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Lobster diver says he was 'swallowed' by humpback whale off Mass. coast but creature spit him out
Image source: AG News Hub YouTube video screenshot

'Oh my God, I'm in a whale's mouth': Lobster diver says he was 'swallowed' by humpback whale off Mass. coast but whale spit him out

A lobster diver says he is "bruised up" but doing all right after a humpback whale purportedly "swallowed" him off the coast of Massachusetts.

Michael Packard, 56, told the media he was 45 feet down when he ended up fully inside the huge whale's mouth, but the animal spit him back out after 30 seconds or so.

What are the details?

Packard wrote in a Facebook post Friday:

"Hi everyone, I just want to clarify what happened to me today. I was lobster diving and A humpback whale tried to eat me. I was in his closed mouth for about 30 to 40 seconds before he rose to the surface and spit me out. I am very bruised up but have no broken bones. I want to thank the Provincetown rescue squad for there (sic) caring and help."

The commercial lobsterman was taken to the hospital after the ordeal, and upon release he recalled what happened to WBZ-TV.

"All of a sudden I just felt this huge bump and everything went dark," he told the outlet.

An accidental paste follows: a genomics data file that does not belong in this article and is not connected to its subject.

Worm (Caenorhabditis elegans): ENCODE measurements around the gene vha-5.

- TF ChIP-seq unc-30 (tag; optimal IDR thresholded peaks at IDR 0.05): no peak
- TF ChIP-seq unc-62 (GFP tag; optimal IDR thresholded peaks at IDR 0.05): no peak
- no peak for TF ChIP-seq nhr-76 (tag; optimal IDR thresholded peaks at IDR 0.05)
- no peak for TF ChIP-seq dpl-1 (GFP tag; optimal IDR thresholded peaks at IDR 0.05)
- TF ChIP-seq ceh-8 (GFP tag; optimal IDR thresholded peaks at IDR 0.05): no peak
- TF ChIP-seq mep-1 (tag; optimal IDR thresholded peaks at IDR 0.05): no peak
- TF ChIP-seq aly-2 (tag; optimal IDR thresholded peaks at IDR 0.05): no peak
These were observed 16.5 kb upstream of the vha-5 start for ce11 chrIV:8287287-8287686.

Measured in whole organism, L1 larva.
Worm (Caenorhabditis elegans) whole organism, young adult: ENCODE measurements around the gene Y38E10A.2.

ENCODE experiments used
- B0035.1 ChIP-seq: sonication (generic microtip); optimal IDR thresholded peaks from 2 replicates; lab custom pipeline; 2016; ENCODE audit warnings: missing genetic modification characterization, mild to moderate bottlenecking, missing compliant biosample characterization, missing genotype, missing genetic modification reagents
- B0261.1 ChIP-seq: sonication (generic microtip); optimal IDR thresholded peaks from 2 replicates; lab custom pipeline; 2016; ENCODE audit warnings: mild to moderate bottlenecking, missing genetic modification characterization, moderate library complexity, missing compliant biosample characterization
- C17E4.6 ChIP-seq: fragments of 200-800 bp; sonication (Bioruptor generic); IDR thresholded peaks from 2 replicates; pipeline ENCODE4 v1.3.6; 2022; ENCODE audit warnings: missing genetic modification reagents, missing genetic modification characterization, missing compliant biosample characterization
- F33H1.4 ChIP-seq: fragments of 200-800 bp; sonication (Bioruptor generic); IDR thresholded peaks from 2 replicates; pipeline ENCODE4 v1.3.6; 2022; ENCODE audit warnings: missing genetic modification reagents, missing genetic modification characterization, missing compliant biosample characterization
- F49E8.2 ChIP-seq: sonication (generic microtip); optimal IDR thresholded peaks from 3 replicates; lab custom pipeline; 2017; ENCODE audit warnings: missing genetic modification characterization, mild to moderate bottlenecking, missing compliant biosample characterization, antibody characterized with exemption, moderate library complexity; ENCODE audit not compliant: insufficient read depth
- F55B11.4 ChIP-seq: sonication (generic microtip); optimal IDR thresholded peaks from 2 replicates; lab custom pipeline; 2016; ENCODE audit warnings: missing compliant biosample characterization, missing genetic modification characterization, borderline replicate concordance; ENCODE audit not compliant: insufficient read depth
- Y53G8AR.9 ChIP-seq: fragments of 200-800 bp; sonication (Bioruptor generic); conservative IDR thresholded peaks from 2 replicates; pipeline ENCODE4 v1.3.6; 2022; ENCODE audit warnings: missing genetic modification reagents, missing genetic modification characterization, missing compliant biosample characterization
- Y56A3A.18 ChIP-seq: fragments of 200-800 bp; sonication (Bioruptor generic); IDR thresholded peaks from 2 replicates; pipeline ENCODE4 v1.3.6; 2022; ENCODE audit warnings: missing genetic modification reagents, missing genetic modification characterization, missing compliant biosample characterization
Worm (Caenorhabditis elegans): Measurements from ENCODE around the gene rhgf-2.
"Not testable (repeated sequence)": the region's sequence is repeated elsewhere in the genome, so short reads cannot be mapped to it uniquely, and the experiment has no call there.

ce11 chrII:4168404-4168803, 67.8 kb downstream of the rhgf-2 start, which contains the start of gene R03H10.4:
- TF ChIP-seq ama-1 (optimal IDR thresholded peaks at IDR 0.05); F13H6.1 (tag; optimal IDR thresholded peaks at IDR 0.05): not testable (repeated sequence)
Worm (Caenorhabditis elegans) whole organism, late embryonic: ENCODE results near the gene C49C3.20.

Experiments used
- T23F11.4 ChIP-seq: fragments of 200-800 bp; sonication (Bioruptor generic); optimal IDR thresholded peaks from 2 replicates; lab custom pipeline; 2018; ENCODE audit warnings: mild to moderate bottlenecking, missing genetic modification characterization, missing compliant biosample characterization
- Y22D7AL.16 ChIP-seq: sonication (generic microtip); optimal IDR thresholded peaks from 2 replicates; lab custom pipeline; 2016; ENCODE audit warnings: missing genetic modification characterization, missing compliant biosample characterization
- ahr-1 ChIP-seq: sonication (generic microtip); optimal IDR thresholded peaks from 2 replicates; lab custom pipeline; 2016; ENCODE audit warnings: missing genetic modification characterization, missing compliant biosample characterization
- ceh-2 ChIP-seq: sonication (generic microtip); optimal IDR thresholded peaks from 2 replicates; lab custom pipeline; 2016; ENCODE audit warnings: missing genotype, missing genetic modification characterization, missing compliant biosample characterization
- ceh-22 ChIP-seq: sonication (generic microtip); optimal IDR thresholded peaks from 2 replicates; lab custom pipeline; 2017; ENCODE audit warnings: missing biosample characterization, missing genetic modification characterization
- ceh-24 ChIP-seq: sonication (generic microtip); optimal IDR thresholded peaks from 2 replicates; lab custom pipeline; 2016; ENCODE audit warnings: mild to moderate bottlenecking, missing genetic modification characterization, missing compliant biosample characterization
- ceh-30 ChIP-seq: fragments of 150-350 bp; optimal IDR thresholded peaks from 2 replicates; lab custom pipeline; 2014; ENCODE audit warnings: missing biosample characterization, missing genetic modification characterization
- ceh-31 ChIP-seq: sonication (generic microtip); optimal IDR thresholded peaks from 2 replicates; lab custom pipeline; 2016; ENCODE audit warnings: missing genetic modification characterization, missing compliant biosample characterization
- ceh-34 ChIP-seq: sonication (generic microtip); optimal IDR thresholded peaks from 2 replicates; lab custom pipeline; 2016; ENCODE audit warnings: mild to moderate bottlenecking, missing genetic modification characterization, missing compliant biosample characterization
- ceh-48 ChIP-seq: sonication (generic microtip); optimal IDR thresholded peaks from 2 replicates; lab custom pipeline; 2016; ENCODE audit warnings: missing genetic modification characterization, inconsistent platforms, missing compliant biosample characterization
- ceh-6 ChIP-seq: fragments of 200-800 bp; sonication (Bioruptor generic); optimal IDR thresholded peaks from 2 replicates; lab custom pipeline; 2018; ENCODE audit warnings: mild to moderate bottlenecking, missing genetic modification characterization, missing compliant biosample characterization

After initially thinking he had been bitten by a shark, Packard began feeling around and realized, "Oh my God, I'm in a whale's mouth."

He said at that point he figured it would mean the end of his time here on earth, and his thoughts turned to his wife and their two sons, who are 12 and 15. But before long, the whale took him to the surface of the water and spit him out.

'Thank God it wasn't a white shark'

Packard's sister, Cynthia Packard, told the Cape Cod Times that Josiah Mayo, a crewman on Packard's ship, saw the whale surface and fling Packard out. According to Cynthia, Mayo thought that the whale was a great white shark at first.

"Thank God it wasn't a white shark," she told the outlet. "He sees them all the time out there. He must have thought he was done."

Fox News noted that Packard explained that he was able to breathe while inside the whale's mouth because he was still wearing scuba gear.

Jooke Robbins, director of Humpback Whale Studies at the Center for Coastal Studies in Provincetown, told the Cape Cod Times that humpback whales are not aggressive toward humans, and incidents of them injuring people are so rare that they're next to nonexistent.

"Based on what was described, this would have to be a mistake and an accident on the part of the humpback," Robbins said.

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